Different field, remote sensing and modelling studies show the varied distributions and properties of permafrost in areas such as the European Alps (e.g., Boeckli et al., 2012; Deluigi, Labiel & Kanevski, 2017; Kenner et al., 2019) and the Tibetan Plateau/Himalayas (Gruber et al., 2017; Liu et al., 2017; Gao et al., 2021). Variations in active layer thickness and subsurface temperatures are key indicators of permafrost degradation used in monitoring studies (e.g., Hanson & Hoelzle, 2004; Pogliotti et al., 2015; Kellerer-Pirklbauer, 2019). Several studies also show that permafrost distributions and properties are influenced by local-scale and site-specific slope properties including subsurface moisture content, debris size, slope aspect, length and backwall height (e.g., Noetzli et al., 2007; Kellerer-Pirklbauer, 2019). There are also differences between active and relict permafrost, identified according to whether the slope is or is not undergoing creep, largely related to moisture availability rather than temperature. Therefore, the factors contributing to permafrost instability under climate change is more complex than just temperature forcing alone (Pogliotti et al., 2015; Gruber et al., 2017), and permafrost system sensitivity must therefore be set in a topographic and geomorphic context (Verleysdonk, Krautblatter & Dikau, 2011). In addition, information on permafrost thickness, distribution and temperature regime is unknown or is poorly reported in many mountain blocks worldwide, including in Africa, South America and the Middle East. This is a limitation on projections of future permafrost change and their impacts on some mountains, including the loss of geoheritage. Particular attention has also been paid to the monitoring of permafrost within rock bodies, in particular steep rock walls where permafrost degradation can result in rock slope failure (Gruber & Haeberli, 2007; Bodin et al., 2017; Keuschnig et al., 2017). This also includes the development of rock glaciers, formed as a result of interstitial permafrost or glacier ice present within a coarse clastic matrix (Knight, Harrison & Jones, 2019). Rock glaciers represent a distinctive signature of cryosphere decay in mountains, and these landforms are projected to increase in number and significance upon deglacierization in the Anthropocene (Knight & Harrison, 2014; Knight, Harrison & Jones, 2019).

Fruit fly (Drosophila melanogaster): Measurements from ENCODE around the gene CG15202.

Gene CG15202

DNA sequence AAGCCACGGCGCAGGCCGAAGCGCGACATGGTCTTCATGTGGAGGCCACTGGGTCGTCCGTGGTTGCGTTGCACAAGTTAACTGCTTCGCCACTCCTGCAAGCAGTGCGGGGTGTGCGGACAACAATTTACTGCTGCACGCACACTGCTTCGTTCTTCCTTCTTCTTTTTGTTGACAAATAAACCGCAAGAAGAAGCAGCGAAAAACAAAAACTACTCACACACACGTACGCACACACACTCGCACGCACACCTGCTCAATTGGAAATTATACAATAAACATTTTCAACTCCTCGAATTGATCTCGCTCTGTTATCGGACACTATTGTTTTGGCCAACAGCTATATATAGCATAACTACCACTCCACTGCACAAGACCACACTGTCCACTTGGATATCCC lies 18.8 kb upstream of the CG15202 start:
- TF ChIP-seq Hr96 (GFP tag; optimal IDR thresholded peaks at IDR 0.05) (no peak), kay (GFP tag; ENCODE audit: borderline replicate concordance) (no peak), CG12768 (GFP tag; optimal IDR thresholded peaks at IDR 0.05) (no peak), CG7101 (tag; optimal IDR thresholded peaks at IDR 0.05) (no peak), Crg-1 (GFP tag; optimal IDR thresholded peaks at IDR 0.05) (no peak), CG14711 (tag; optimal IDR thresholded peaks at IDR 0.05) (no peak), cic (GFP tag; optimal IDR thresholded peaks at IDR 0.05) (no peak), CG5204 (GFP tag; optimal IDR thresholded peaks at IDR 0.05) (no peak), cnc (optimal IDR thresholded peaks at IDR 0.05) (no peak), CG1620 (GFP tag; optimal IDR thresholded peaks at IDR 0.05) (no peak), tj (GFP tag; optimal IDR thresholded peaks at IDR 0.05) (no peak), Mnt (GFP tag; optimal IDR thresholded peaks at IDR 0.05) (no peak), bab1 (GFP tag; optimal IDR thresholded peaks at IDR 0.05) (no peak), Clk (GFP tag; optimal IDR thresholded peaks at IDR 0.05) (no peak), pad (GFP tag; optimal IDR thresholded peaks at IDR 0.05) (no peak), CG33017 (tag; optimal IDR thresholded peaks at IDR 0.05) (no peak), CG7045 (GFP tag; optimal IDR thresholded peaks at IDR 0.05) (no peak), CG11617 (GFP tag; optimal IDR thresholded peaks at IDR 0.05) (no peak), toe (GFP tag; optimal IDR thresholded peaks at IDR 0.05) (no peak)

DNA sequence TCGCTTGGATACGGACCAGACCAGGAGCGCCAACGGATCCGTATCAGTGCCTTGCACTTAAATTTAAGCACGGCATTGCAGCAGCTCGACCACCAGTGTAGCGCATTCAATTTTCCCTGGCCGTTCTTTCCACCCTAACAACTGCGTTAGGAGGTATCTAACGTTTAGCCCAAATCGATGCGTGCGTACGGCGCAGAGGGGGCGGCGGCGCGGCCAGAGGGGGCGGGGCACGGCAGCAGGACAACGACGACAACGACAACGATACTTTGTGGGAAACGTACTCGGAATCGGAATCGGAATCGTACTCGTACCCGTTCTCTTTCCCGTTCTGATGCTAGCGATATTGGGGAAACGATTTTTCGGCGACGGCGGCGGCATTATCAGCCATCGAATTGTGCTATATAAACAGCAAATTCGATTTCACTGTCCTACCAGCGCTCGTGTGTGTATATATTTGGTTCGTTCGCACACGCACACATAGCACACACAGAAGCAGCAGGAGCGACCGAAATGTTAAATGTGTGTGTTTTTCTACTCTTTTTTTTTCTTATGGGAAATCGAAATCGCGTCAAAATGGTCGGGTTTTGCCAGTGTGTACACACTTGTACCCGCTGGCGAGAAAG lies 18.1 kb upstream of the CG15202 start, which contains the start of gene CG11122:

The outcomes of climate warming on mountain permafrost include a rise in the lowest elevations at which permafrost is found; permafrost thinning and disaggregation; warming subsurface temperatures and thickening active layer; decreasing slope stability and increasing mass movement hazards (Gude & Barsch, 2005; Fukai et al., 2007; Bonnaventure & Lamoureux, 2013). The precise nature of permafrost responses depends on its depth, distribution and temperature. Under different RCP scenarios using the CMIP5 climate model, active layer thickness across northern hemisphere cold regions to 2100 is projected to increase between 0.77 ± 0.08 cm decade−1 (RCP2.6) and 6.51 ± 0.07 cm decade−1 (RCP8.5) (Peng et al., 2018). Irrespective of future warming rates, these projections are all significantly higher than reconstructed historical rates of 0.57 ± 0.04 cm decade−1 for the period 1850–2005 (ibid). In the Tibetan Plateau, CMIP5 modelling suggests permafrost area will decrease by 10.5% and 32.7% by 2040 and 2070, respectively, under the RCP8.5 scenario (Chang et al., 2018). Permafrost in the northwest Tibetan Plateau is likely to be most resilient to climate warming. More recent CMIP6 modelling using the updated IPCC shared socioeconomic pathway (SSP) 5–8.5 (equivalent to RCP8.5) suggests permafrost temperature in the Tibetan Plateau will increase by 2.6 ± 0.3 °C and active layer thickness by 3.0 ± 1.0 m by 2100 (Zhang et al., 2022). Based on a downscaled regional climate model (RCM), frost frequency in the Mont Blanc massif (French Alps) to 2100 is predicted to significantly decrease by 30–50%, depending on altitude, with implications for the rate and efficacy of physical weathering, permafrost melt, and land surface stability (Pohl et al., 2019). Similar future climate impacts on permafrost on other mountain massifs elsewhere in the world are not well understood.